Red Sea Mangroves | One Earth
Red Sea Mangroves

Red Sea Mangroves

Image credit: KKWRC T Butynski, Creative Commons

Red Sea Mangroves

The ecoregion’s land area is provided in units of 1,000 hectares. The protection goal is the Global Safety Net (GSN1) area for the given ecoregion. The protection level indicates the percentage of the GSN goal that is currently protected on a scale of 0-10.

Bioregion: South Red Sea & Gulf of Alden Coastal Drylands (AT22)

Realm: Afrotropics

Ecoregion Size (1000 ha):

117

Ecoregin ID:

115

Protection Goal:

N/A

Protection Level:

N/A

States: Djibouti, Somalia, Sudan, Egypt, Yemen, Saudi Arabia, Eritrea

The Red Sea is devoid of riverine nutrient inputs which, along with the high salinities, high temperatures, and low precipitation, has resulted in dwarfed mangroves. The dwarf trees are approximately 2–3 m in height. The main nutrient source is from monsoonal-driven horizontal intrusion of nutrient rich waters from the Indian Ocean. Additional nutrients are from dust deposition and below surface mixing of the nutricline in the Red Sea.

The ecoregion consists of small scattered patches of mangrove stands along the Red Sea coast in Djibouti, Northern Somalia, Sudan, Egypt, Yemen, Saudi Arabia, and Eritrea. They cover approximately 135 km2 and only occur along the coastlines because there are no permanent rivers and estuaries where they could grow. The dominant climatic influences on most of the region are the seasonal wind patterns associated with the Northeast monsoon (NEM) and the Southeast monsoon (SEM) which is the main nutrient source into the region. The intruding water flows northward and barely reaches the central Red Sea resulting in an oligotrophic gradient towards the north. 

the flagship species of the Red Sea Mangroves ecoregion is the goliath heron. Image credit: Creative Commons

There is high salinity in this region due to substantial evaporative losses. The stands are approximately 3–4 m tall due to the extreme conditions including high salinity over 40 ppt, low rainfall, and extreme sea surface temperatures over 31°C in summer as well as no permanent freshwater inputs. The rainy season is from November to April. There is a general global decline of mangroves; however, Red Sea mangroves have expanded by 12% between 1972 and 2013, especially along the Eritrea coastline where there are large mangrove stands. 

The mangroves provide shelter and refuge for the juveniles of many important species of fish, shrimps, crabs, and molluscs. Mangrove forests also play an important role in preventing shoreline erosion. Mangrove stands in the Red Sea are mainly monospecific with Avicennia marina as the dominant species. Red sea mangroves are important nesting, feeding, and roosting sites for several birds such as the Goliath heron, Pink-backed pelican, reef heron, and the black kite. The Goliath heron is the world’s largest living heron that stands up to 1.5 m in height.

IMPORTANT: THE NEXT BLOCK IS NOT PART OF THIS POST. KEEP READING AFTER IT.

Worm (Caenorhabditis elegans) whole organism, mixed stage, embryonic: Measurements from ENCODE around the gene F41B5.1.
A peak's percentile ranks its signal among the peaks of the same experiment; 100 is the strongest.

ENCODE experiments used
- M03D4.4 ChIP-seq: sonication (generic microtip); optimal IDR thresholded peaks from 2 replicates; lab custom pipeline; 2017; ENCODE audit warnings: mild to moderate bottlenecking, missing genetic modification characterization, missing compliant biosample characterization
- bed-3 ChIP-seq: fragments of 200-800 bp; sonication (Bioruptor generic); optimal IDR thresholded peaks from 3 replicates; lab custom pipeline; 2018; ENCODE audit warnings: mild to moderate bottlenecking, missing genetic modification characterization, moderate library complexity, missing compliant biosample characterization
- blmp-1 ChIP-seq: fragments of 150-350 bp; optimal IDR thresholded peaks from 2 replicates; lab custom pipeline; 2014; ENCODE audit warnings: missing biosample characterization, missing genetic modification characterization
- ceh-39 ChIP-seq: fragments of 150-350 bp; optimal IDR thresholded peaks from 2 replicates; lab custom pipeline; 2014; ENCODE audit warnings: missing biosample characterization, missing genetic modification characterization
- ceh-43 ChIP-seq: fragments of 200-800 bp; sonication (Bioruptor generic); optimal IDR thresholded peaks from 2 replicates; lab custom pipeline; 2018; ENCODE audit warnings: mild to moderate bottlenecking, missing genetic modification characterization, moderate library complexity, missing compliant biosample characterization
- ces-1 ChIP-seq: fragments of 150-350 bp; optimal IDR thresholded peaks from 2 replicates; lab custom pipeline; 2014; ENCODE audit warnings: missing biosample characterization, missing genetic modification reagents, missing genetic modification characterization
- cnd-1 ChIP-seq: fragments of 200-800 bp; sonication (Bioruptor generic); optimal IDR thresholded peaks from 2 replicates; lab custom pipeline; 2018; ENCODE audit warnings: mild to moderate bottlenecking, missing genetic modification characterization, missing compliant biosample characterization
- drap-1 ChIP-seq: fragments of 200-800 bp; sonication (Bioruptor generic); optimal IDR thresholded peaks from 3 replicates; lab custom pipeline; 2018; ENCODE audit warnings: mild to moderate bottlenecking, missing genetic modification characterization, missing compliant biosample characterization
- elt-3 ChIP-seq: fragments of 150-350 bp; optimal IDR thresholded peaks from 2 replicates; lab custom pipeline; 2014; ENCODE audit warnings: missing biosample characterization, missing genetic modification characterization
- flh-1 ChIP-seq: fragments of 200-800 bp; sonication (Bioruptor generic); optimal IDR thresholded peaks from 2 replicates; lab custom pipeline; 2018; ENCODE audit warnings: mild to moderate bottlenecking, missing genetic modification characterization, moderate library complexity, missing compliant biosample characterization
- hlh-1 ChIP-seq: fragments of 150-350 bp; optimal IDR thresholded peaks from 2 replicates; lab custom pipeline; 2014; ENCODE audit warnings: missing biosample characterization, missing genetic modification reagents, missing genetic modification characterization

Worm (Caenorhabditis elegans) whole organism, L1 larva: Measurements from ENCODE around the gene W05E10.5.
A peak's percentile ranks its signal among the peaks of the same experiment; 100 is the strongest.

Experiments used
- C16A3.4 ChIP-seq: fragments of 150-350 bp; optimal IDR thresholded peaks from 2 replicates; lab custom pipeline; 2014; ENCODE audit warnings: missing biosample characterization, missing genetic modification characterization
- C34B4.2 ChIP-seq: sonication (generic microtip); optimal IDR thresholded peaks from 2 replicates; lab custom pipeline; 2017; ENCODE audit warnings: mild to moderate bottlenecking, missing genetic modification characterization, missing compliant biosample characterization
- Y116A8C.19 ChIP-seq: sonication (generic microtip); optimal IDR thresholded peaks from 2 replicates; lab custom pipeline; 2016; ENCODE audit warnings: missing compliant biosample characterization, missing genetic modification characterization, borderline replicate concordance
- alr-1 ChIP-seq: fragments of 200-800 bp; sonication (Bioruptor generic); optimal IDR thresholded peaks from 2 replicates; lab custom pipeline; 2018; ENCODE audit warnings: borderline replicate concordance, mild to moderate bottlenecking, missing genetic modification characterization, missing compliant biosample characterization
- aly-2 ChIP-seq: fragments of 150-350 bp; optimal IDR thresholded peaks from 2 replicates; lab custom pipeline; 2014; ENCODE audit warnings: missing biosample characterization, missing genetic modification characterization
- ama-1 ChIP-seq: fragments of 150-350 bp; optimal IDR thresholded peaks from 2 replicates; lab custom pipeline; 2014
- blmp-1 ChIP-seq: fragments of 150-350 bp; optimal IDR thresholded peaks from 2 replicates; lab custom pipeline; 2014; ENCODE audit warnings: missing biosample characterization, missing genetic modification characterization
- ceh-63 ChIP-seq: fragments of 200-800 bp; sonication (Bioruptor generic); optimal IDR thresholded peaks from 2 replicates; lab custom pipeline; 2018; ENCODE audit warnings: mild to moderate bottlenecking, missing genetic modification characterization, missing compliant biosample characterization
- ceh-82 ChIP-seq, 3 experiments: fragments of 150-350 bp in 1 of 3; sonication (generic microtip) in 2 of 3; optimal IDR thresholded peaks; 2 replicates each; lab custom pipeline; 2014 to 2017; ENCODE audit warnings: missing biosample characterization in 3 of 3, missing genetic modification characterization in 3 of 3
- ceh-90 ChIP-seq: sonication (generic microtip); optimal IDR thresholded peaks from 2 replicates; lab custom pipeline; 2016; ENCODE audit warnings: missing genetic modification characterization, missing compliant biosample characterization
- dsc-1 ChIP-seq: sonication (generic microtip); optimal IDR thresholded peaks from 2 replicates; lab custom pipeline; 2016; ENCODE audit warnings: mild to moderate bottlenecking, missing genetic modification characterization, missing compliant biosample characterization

Approximately 2 million emigrant birds including waders, herons, egrets, kingfishers, pelicans, ospreys, and cormorants use this ecoregion as a resting site. Mangroves also support a variety of fish species which are not residents, however, they use the mangroves as nursery grounds. For example, black seabream, milkfish, tiger Perch, and common ponyfish. The ecoregion also supports a rich community of macrofauna including the grasped crab, scyphooan jellyfish, and sea spiders. The trees trunk and pneumatophores provide habitats for intertidal species including barnacles, oysters, and Littorina.

Apart from their ecological value, mangroves play an extremely important economic role. They stabilize the coastline, protect coastal developments, absorb pollution, provide feeding and breeding grounds for fisheries, and supply many natural resources. Several protected areas contain mangrove forest including the Haramous Area protected for habitat and species.

The principle threat to Red Sea mangroves is overgrazing by camels, particularly in Djibouti, Sudan, and Yemen resulting in significant habitat degradation. Other major threats include coastal development of roads, harbours, hotels, and airports especially in Saudi Arabia. Mangroves also receive untreated agricultural waste and sewage discharged to coastal waters, as well as industrial pollution, silt from erosion and dumping of dredging, and pesticides in runoff. Additionally, logging for fuel wood occurs which alters the sediment characteristic resulting in habitat change threatening biodiversity. An increasing threat is from climate change and its associated impacts, which include sea level rise, increased storminess, increased temperatures, and changes in precipitation. Mangroves are particularly sensitive to inundation duration and frequency so increased flooding can result in severe mangrove decline. 

The priority conservation actions for the next decade will be to: 1) establish an increased number of protected areas including marine protected areas and nature reserves; 2) continue implementing rehabilitation and reforestation programmes; and 3) facilitate public awareness and encourage local community participation in conservation activities.

Citations

1. PERSGA/GEF. 2004. Status of Mangroves in the Red Sea and Gulf of Aden. PERSGA Technical Series No. 11. PERSGA, Jeddah.
2. Almahasheer, H., Aljowair, A., Duarte, C.M. and Irigoien, X. 2016. Decadal stability of Red Sea mangroves. Estuarine, Coastal and Shelf Science169, pp.164-172.
3. Almahasheer, H., Duarte, C.M. and Irigoien, X., 2016. Nutrient limitation in central Red Sea mangroves. Frontiers in Marine Science3, p.271.
4. Ward, R.D., Friess, D.A., Day, R.H. and MacKenzie, R.A., 2016. Impacts of climate change on mangrove ecosystems: a region by region overview. Ecosystem Health and Sustainability2(4).

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